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Perseid Meteor Shower To Bring Intense Astronomical Event To Skies Above South, Central Coasts

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AMEL EMRIC
/
AP
Stars and Perseid meteor streaks are seen behind a destroyed house near Tuzla, Bosnia, in 2015.

The Perseid meteor shower occurs every summer when the Earth passes through debris released by Comet Swift-Tuttle.

Tiny debris from the comet collides with our atmosphere at tremendous speed and burns up, creating meteors. 

Bob Lunsford of the International Meteor Organization says he expects this year’s shower to be more active than usual when it peaks shortly before dawn on Friday.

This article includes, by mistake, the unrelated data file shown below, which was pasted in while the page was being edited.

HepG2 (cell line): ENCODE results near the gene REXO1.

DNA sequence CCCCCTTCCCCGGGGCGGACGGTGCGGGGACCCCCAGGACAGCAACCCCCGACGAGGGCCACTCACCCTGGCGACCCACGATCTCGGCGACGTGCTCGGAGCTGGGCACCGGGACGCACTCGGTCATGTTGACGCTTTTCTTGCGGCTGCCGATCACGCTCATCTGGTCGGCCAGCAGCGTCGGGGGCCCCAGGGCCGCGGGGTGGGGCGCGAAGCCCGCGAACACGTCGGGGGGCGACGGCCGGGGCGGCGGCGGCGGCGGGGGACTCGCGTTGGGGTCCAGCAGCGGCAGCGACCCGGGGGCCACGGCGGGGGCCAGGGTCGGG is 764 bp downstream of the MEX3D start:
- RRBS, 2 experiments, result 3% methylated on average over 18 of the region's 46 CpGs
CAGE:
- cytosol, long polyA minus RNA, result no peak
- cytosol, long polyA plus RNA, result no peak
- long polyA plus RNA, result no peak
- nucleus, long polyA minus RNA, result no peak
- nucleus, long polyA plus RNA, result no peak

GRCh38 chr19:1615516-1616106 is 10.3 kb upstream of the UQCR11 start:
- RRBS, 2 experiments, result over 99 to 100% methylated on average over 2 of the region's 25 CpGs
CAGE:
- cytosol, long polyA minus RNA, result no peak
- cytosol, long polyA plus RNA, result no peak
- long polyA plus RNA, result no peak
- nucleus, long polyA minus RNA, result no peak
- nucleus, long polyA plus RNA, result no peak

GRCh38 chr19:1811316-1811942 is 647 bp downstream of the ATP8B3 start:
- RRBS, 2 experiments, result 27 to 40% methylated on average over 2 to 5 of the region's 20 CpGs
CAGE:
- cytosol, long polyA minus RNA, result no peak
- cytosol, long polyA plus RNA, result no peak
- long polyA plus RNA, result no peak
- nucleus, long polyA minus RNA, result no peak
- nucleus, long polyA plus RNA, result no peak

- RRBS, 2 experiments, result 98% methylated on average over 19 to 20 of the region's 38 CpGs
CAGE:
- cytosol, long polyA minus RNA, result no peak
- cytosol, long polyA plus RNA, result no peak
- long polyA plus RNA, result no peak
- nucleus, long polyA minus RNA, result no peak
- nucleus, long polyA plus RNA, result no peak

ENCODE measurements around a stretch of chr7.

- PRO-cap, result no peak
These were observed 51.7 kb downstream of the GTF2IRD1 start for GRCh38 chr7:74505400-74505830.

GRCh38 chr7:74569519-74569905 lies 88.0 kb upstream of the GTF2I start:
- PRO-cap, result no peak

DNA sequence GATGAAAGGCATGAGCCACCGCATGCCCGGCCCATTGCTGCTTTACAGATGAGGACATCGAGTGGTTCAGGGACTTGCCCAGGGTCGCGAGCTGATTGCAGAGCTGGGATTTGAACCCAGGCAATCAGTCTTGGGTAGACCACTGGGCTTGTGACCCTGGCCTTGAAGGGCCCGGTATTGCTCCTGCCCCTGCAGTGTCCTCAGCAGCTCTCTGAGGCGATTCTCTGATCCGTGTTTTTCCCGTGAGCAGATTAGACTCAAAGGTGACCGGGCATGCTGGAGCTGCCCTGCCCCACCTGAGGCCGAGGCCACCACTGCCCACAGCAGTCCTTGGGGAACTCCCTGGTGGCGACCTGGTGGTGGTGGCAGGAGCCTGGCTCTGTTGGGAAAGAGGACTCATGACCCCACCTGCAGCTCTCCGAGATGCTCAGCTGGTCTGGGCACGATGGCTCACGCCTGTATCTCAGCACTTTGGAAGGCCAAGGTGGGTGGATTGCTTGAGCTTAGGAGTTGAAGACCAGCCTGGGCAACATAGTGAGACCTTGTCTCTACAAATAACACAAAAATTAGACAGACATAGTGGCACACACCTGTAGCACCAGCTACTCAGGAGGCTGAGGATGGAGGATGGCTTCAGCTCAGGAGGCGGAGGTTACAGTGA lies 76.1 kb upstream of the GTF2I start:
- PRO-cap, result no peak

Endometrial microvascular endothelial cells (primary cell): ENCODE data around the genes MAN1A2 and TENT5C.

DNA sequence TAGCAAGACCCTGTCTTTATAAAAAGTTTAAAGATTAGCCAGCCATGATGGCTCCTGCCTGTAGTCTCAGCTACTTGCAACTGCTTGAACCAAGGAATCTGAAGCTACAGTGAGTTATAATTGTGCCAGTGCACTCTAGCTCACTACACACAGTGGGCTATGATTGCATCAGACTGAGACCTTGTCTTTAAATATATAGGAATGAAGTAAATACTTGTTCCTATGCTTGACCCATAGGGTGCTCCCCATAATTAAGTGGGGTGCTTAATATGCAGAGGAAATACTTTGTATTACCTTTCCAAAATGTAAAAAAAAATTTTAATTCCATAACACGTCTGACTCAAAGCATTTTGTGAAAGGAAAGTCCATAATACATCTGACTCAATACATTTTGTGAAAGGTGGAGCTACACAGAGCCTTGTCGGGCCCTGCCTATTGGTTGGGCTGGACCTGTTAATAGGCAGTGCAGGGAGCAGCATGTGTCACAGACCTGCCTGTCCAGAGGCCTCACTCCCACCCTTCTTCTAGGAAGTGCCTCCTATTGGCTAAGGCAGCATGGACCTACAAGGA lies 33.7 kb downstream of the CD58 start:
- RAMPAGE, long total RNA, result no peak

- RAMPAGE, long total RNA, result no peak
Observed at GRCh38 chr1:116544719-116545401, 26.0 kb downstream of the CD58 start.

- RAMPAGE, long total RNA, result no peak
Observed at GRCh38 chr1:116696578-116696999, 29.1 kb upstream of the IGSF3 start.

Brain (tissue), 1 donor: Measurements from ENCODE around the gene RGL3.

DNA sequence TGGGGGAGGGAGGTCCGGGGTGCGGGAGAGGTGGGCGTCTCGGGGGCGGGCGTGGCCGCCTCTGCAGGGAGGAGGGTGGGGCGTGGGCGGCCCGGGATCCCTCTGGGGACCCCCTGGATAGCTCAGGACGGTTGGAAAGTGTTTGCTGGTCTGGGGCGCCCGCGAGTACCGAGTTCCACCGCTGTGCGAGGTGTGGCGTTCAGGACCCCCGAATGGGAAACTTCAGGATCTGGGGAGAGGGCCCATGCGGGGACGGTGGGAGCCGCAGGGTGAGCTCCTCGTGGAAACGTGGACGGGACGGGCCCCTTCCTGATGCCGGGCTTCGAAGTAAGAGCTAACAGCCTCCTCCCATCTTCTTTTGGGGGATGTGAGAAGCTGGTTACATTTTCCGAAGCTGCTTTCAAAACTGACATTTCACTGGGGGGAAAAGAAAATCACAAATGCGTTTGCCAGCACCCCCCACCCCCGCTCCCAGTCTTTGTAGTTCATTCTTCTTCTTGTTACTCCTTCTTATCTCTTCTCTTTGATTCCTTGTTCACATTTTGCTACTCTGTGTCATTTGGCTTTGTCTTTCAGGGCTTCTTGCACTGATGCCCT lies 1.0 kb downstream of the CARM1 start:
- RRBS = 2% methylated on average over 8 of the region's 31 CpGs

Lunsford estimates that observers in the suburbs should see 30 to 40 meteors per hour while people far from city lights should see double that number.

To see the celestial fireworks, you’ll need to get up early and look towards the northeast between 3:45 and 4:45 a.m.

Other than that, you won’t need any equipment beside maybe a reclining chair.